Jan 27 2013 11:14 am
Soros was late and Frank was nervous. He had parked facing the street and held the steering wheel with his thumb and his four fingers reached across and tapped the dashboard. He kept ducking his head slightly and widening his eyes and looking left and right and then he’d slouch down into his seat and sigh and look at his knees and drum on the bottom of the steering wheel with both hands.
Across the street large airplanes took off and landed with loud roaring noises behind a high chain link fence. The low sun shone through the fence and made intricate warped shadows on the heaps of dirty snow. It was warm for Buffalo in January and the melting snow had concentrated gravel and dirt on top and made everything seem grittier.
There wasn't a patch of unbroken asphalt in the parking lot bigger than a dinner plate. Cracks ran over the whole thing. Frank registered this as something he'd seen before and semi-consciously explained it as a combination of cheap asphalt and tough winters. He had no idea if this was true but it seemed plausible enough and explaining it to himself this way allowed him to leave it behind.
Then finally Soros pulled into the lot and parked next to Frank and got out of his car with a leather shoulder bag and his derby cap, which Frank thought was stupid. He got in Frank’s car and said “Hello, Frank. How are you?”
“I’m fine. I wish you would show up on time though. It makes me fucking nervous.”
“You know how it works, Frank. I have people watch for a while.”
“Well, it makes me fucking nervous. Let’s do this already.”
“You need to relax. I bet your blood pressure is through the roof my friend. I think we should go to get a drink. I want to check in on Black James.” Soros then opened his bag and dug around in it and produced a derby cap identical to the one he was wearing. “I have something for him. He always says he likes my hat.”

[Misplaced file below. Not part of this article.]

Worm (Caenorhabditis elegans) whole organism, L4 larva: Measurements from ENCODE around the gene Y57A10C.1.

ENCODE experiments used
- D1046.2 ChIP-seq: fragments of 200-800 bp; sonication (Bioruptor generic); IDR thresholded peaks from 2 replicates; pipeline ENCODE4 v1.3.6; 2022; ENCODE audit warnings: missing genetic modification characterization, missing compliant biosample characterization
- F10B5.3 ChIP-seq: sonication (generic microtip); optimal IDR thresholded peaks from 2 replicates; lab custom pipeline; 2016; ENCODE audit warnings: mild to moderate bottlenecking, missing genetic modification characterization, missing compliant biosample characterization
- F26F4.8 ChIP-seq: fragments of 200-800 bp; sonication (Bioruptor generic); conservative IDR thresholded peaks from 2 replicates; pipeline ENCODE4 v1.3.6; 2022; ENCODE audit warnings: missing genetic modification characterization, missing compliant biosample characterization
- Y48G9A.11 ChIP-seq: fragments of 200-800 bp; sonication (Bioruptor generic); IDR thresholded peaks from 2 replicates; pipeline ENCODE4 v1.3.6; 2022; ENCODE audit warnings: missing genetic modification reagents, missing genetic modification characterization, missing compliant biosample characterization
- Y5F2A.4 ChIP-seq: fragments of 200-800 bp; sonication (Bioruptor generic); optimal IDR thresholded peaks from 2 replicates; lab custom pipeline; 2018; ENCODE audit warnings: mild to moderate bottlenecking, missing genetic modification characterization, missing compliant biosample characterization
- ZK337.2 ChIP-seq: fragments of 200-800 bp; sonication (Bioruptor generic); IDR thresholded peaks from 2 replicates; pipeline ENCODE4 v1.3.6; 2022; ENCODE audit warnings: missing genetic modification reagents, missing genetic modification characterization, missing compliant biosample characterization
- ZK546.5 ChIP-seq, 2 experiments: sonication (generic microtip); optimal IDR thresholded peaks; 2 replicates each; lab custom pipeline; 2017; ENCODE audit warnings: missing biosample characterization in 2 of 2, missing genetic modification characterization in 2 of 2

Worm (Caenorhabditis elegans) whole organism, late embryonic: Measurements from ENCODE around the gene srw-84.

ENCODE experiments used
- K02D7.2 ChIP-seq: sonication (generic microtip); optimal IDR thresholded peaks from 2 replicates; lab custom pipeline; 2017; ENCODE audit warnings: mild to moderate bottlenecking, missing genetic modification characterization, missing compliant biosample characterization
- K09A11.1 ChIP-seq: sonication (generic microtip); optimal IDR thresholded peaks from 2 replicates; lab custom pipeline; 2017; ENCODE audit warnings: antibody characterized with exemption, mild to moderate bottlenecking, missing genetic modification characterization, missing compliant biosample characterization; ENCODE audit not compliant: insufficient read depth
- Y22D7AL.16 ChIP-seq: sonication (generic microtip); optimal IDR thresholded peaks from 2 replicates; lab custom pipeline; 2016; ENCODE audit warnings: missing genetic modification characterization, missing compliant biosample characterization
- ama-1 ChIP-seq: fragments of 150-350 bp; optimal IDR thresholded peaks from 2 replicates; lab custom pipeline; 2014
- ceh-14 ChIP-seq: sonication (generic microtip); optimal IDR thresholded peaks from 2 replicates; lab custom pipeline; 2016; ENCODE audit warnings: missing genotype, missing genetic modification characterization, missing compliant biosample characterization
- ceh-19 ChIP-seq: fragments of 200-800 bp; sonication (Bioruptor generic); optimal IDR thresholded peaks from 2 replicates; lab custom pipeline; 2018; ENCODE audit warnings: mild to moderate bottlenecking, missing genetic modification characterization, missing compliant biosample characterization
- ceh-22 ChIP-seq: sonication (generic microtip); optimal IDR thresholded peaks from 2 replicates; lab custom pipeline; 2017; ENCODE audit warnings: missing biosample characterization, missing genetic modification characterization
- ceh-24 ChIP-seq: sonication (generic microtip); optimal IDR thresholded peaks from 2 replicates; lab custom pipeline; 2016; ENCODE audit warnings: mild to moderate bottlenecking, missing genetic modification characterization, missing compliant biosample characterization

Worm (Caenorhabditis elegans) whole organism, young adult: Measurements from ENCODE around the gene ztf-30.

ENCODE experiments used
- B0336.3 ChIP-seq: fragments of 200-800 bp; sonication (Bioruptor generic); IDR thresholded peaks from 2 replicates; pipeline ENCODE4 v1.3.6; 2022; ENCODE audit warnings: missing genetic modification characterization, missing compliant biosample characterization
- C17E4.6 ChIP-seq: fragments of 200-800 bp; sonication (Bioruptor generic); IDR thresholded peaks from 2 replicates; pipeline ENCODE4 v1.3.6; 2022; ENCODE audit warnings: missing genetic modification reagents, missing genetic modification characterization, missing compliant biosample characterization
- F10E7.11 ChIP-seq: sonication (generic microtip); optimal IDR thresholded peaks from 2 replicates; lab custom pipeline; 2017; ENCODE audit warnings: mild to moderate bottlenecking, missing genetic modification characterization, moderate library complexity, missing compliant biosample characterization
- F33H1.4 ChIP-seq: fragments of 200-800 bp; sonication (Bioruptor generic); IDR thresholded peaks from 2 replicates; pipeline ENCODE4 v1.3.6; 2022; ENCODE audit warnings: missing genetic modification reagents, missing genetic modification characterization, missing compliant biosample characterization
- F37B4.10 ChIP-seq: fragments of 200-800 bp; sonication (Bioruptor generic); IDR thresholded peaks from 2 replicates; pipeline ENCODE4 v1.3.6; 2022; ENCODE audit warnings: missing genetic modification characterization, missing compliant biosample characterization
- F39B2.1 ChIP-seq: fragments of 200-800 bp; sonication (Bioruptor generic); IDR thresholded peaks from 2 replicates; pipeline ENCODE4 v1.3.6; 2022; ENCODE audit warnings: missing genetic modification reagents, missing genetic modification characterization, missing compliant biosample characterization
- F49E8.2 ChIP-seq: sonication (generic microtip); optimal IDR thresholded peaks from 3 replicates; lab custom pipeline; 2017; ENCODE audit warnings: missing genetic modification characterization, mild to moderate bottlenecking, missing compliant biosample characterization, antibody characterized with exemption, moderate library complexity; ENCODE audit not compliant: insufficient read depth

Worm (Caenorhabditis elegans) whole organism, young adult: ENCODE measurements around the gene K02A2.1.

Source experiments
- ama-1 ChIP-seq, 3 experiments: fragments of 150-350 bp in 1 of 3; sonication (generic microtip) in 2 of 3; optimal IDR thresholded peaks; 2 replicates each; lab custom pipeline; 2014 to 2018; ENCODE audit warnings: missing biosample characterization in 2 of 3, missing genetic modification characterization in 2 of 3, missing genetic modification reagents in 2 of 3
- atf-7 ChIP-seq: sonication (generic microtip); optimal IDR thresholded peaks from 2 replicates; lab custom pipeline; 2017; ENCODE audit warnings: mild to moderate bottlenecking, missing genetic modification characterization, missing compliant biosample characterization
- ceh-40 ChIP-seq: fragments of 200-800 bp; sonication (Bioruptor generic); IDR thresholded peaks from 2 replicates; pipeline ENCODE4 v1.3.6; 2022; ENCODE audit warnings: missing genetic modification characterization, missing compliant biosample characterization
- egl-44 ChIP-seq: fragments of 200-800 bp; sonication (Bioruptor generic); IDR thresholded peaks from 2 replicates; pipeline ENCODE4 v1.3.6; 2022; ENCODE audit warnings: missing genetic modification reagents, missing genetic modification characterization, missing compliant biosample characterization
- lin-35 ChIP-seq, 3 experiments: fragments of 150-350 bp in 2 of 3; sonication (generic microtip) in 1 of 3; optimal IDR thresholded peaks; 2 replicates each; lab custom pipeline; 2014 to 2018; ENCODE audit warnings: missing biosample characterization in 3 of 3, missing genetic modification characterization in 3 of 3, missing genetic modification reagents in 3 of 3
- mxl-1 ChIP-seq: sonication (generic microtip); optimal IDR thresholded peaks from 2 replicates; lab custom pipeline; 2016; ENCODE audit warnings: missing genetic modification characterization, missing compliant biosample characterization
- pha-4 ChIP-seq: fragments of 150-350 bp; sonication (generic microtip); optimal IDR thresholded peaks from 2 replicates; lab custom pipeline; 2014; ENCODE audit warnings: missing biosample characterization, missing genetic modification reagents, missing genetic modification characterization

Frank drove west toward the city. From his bag, Soros took a shoebox shaped package wrapped in loud birthday themed wrapping paper with a card and a bow taped to the top. He looked into the backseat and then placed the box there. “Money in the glove box?”
Frank nodded and said, “Yep. Just like always, Soros.”
James lit up when he saw Soros. He thanked him profusely for the hat and bought a round of drinks. He said, “I was going to go ice fishing today but I’m glad I didn’t. Glad I stopped in here. Good timing, huh? How’d you know I was going to be here? Ice is too thin anyway.”
“Does the fish taste better from under the ice, James?” Soros asked, genuinely interested.
“Oh it does. Yes it does. A lot better. Firmer too. Only way to eat fish, really, in my opinion.”
Soros sipped his drink and sat quietly for a minute. Frank sat next to him staring straight ahead. He had finished his drink immediately and wanted to get moving. Soros turned to him and said, “Frank, what do you think about the gun control issue in this country? I mean, clearly if there were no guns, there would be no gun violence, right?”
Frank took a long deep breath and turned to him and said, “Yes. I guess so.” Soros was fond of making arguments that established some extreme position as obvious and then worked back to the claim in question by showing that each step was of arbitrary significance.
“Suppose that it were possible, of course, ignoring practical concerns, of course.”
“Of course,” said Frank.
“And clearly, also, if there were only one thousand guns, in private hands, of course, then there would be less gun violence then at the present moment in this country, correct?”
“How about ten thousand guns? Surely, yes?”
“How about one million? Ten million? Surely there are more than ten million guns at the current time owned by private citizens of this country, yes?”
“I have no idea.”
“The actual numbers don’t matter here, my friend, I’m merely trying to make a point.”